During the lovely spring and summer weather we have all enjoyed this year I have made a great effort to record the animals and plants to be found at Heyford Meadow. By late summer I had recorded 80 species of birds, 125 different types of plants as well as a host of different insects including butterflies, moths, dragonflies, grasshoppers and shieldbugs. I have to confess the real small ‘creepy crawlies’ (eg beetles, spiders etc) are beyond my identification skills! I have also been lucky to find grass snake, common lizard, smooth newt, fox and hedgehog.With autumn approaching I was aware I hadn’t recorded any small mammals yet, which wasn’t really surprising as they are so hard to spot and are mostly nocturnal. Surely there must be lots lurking in the tall grass.
In an effort to add further to my species list for the site I organised a small mammal trapping session for my colleagues at BBOWT. On a Tuesday evening late in September we placed 22 longworth traps at carefully chosen sites around the meadow where we thought voles, mice and shrews may be active. We chose sites with plenty of cover and potential food sources such as blackberries and elderberries.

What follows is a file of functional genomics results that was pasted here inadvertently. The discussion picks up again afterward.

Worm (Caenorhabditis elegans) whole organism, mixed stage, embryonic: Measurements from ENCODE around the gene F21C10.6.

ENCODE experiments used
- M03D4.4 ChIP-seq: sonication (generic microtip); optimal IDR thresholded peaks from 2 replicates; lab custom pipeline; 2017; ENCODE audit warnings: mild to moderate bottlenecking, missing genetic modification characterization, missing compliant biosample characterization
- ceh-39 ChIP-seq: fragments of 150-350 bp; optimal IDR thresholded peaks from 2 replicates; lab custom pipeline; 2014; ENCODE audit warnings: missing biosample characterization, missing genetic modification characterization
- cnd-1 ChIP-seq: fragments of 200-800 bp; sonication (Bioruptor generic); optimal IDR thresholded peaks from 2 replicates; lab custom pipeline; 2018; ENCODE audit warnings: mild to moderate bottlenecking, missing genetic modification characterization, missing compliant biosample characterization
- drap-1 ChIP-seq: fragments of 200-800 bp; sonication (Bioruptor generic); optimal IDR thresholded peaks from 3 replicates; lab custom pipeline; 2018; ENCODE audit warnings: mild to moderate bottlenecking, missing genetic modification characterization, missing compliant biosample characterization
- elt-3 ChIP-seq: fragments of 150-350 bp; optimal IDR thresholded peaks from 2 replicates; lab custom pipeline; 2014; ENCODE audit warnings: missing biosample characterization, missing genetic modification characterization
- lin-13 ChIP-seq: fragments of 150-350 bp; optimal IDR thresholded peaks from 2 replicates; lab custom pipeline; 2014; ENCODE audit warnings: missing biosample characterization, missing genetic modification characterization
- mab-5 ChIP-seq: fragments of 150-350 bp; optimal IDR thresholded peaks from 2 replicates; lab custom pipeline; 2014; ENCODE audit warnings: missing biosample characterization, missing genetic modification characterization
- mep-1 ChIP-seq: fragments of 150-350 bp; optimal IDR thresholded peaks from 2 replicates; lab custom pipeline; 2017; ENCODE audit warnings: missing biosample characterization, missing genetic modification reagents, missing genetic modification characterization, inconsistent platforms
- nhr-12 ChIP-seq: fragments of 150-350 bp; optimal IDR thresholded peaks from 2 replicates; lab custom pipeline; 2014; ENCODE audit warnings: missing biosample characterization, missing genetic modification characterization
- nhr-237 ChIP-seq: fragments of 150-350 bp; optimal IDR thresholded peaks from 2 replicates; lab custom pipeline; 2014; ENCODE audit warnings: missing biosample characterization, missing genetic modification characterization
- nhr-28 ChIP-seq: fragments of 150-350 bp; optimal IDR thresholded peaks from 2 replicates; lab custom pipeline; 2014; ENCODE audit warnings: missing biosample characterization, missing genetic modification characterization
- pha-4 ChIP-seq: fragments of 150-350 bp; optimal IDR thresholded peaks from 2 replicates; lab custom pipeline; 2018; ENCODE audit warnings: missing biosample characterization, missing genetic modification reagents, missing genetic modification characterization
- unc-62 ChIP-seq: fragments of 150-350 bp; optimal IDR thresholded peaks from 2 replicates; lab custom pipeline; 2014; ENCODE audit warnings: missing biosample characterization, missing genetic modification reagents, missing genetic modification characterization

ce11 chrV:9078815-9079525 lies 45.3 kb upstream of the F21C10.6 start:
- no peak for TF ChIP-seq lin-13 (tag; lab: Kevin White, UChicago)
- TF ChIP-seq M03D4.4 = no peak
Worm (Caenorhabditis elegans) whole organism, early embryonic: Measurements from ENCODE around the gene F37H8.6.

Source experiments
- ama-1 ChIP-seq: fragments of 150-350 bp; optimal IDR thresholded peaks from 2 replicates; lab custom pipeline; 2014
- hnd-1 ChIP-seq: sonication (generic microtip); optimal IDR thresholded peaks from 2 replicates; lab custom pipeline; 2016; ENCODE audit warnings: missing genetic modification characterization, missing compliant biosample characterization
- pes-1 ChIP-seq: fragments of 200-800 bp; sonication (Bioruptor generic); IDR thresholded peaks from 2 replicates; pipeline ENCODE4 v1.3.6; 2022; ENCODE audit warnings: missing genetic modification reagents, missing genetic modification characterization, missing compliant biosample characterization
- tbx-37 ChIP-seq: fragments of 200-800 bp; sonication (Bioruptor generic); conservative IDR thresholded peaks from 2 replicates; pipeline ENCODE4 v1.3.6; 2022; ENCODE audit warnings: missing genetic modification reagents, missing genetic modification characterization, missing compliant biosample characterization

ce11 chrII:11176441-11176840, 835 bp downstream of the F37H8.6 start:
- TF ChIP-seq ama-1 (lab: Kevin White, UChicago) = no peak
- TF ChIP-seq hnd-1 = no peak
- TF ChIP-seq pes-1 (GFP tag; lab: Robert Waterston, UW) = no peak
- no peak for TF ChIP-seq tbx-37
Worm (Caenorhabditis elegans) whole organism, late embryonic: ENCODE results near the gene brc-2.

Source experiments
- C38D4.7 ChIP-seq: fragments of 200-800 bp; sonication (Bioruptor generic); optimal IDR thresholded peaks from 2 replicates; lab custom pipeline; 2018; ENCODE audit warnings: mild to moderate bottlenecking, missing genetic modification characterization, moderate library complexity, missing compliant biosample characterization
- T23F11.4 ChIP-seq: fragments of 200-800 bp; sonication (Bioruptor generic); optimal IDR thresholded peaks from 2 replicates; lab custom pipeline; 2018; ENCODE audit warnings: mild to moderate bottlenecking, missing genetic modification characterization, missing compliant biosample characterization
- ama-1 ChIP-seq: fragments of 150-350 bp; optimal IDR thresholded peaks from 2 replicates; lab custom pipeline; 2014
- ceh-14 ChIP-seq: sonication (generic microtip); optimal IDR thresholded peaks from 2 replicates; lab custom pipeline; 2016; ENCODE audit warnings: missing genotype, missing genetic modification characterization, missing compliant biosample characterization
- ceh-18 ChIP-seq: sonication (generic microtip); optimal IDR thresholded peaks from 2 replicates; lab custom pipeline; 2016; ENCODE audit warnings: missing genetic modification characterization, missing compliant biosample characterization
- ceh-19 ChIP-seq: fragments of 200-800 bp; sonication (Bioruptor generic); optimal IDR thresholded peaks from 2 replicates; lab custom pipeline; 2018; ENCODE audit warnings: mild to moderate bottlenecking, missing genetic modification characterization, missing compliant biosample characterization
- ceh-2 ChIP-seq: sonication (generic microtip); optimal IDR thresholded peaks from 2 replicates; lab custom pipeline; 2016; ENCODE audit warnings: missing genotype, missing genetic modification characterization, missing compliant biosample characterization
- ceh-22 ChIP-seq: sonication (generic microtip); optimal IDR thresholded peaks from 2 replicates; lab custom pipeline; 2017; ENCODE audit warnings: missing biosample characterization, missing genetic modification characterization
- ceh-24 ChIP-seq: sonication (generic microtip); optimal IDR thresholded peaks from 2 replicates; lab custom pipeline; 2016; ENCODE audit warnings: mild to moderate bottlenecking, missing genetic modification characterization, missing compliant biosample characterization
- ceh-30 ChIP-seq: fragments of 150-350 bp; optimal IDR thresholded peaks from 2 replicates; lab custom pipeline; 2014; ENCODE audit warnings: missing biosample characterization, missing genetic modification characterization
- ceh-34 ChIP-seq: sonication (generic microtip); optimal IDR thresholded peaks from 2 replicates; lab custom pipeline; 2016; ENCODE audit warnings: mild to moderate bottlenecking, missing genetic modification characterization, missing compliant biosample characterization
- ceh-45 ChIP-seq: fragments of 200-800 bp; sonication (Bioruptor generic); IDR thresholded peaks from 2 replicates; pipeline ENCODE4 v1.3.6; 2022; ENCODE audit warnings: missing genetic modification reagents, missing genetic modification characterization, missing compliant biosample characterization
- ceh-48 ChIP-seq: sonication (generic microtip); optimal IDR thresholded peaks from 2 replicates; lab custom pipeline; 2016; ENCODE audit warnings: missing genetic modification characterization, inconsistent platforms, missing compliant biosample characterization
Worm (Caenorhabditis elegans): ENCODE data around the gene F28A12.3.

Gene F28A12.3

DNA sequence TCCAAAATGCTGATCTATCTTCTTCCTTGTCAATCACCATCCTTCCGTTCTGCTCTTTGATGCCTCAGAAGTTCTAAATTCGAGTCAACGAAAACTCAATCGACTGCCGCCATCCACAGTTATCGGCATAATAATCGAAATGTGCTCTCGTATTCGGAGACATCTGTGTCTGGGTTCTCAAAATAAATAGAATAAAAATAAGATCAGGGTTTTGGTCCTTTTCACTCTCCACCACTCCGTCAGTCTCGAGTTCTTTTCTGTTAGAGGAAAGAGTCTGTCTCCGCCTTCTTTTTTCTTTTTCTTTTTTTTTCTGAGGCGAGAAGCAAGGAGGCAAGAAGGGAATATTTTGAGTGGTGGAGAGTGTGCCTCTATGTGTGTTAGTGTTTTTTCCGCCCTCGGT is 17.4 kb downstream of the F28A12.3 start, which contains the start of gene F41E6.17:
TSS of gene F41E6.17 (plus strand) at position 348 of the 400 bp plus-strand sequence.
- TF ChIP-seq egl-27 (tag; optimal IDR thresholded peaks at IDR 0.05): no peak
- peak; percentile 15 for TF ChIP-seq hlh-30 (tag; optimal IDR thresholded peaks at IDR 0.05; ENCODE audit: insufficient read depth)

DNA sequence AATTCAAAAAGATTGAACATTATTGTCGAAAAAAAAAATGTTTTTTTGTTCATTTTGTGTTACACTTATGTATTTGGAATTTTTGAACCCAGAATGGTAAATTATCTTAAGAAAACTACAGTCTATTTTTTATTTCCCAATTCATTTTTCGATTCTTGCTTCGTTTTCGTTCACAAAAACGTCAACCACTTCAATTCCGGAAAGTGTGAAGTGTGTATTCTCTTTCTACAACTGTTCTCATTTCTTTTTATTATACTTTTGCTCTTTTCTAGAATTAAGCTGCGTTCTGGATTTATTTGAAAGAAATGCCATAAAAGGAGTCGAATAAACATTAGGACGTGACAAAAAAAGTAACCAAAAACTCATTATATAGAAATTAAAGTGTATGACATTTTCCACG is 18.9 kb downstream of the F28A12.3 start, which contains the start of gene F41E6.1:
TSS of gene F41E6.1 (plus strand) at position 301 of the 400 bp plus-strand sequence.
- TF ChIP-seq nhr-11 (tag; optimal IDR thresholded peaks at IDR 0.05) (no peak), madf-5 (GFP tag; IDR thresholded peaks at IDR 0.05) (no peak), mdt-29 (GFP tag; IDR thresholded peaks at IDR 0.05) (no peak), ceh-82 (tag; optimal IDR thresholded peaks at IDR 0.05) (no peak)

Longworth traps are specifically designed for the monitoring of small mammal populations. The traps are set with bait at the entrance to entice any passing mammals in to the traps as well as a supply of hay bedding and food in the main chamber to cater for any overnight occupants. Once in the trap the mammal brushes against a trigger which closes the door trapping the unharmed mammal overnight.
With great anticipation we gathered up the traps in the morning noting several of them had closed doors! We carefully emptied the contents of each trap in to a plastic bag and were delighted to record 8 bank voles and 7 wood mice. Surprisingly we hadn’t caught any shrews. It was interesting to note all the mammals were caught in traps which had been positioned near or below scrub and bramble.
Once the mammals had been identified, sexed and weighed, they were released unharmed in the same place where they had been trapped. The fact that over half of our traps had been occupied suggested there was a healthy population of small mammals at Heyford Meadow probably explaining why the local cats could frequently be seen hunting in the area! I now had two new species to add to my recording list for the site.